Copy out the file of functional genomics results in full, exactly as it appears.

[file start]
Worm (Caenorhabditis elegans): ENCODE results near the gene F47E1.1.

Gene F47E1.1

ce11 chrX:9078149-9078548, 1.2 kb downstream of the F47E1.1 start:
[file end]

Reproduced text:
Worm (Caenorhabditis elegans): ENCODE results near the gene F47E1.1.

Gene F47E1.1

ce11 chrX:9078149-9078548, 1.2 kb downstream of the F47E1.1 start: